Answers to Imamura Note on the Definition of Neutrosophic Logic
In order to more accurately situate and fit the neutrosophic logic into ...
11/24/2018 ∙ by Florentin Smarandache, et al. ∙ 0 ∙ shareread it

Neural Logic Rule Layers
Despite their great success in recent years, deep neural networks (DNN) ...
07/01/2019 ∙ by Jan Niclas Reimann, et al. ∙ 12 ∙ shareread it

EndtoEnd DNN Training with Block Floating Point Arithmetic
DNNs are ubiquitous datacenter workloads, requiring orders of magnitude ...
04/04/2018 ∙ by Mario Drumond, et al. ∙ 0 ∙ shareread it

Applying Boolean discrete methods in the production of a realvalued probabilistic programming model
In this paper we explore the application of some notable Boolean methods...
02/18/2016 ∙ by Jonathan Darren Nix, et al. ∙ 0 ∙ shareread it

Unit Dependency Graph and its Application to Arithmetic Word Problem Solving
Math word problems provide a natural abstraction to a range of natural l...
12/03/2016 ∙ by Subhro Roy, et al. ∙ 0 ∙ shareread it

Using Propagation for Solving Complex Arithmetic Constraints
Solving a system of nonlinear inequalities is an important problem for w...
09/11/2003 ∙ by M. H. van Emden, et al. ∙ 0 ∙ shareread it

Deep Neural Networks for DataDriven Turbulence Models
In this work, we present a novel databased approach to turbulence model...
06/10/2018 ∙ by Andrea D. Beck, et al. ∙ 0 ∙ shareread it
Neural Arithmetic Logic Units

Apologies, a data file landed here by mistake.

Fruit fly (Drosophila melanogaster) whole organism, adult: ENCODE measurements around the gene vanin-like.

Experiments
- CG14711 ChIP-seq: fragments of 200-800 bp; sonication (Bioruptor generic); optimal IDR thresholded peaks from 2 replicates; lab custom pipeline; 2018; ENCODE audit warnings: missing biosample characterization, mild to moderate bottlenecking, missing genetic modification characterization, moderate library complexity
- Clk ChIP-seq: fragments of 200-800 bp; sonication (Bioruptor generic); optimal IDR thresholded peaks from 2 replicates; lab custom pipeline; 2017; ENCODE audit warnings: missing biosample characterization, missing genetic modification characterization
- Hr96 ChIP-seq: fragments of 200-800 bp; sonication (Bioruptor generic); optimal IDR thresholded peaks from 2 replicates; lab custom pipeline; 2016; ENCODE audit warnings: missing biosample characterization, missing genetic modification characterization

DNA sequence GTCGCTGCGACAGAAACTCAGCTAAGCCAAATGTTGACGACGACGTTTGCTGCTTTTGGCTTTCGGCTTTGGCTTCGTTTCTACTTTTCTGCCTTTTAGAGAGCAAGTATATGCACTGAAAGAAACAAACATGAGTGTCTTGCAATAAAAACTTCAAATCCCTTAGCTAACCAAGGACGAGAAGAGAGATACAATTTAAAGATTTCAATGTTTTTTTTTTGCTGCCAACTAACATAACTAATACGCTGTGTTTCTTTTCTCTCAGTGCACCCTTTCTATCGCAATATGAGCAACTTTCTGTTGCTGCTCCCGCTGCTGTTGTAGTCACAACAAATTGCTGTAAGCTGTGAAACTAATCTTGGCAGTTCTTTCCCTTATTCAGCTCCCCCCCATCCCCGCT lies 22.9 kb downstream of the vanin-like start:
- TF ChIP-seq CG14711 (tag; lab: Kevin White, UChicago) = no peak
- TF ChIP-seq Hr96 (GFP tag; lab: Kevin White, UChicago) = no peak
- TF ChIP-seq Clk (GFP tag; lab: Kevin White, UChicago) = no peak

Neural networks can learn to represent and manipulate numerical information, but they seldom generalize well outside of the range of numerical values encountered during training. To encourage more systematic numerical extrapolation, we propose an architecture that represents numerical quantities as linear activations which are manipulated using primitive arithmetic operators, controlled by learned gates. We call this module a neural arithmetic logic unit (NALU), by analogy to the arithmetic logic unit in traditional processors. Experiments show that NALUenhanced neural networks can learn to track time, perform arithmetic over images of numbers, translate numerical language into realvalued scalars, execute computer code, and count objects in images. In contrast to conventional architectures, we obtain substantially better generalization both inside and outside of the range of numerical values encountered during training, often extrapolating orders of magnitude beyond trained numerical ranges.
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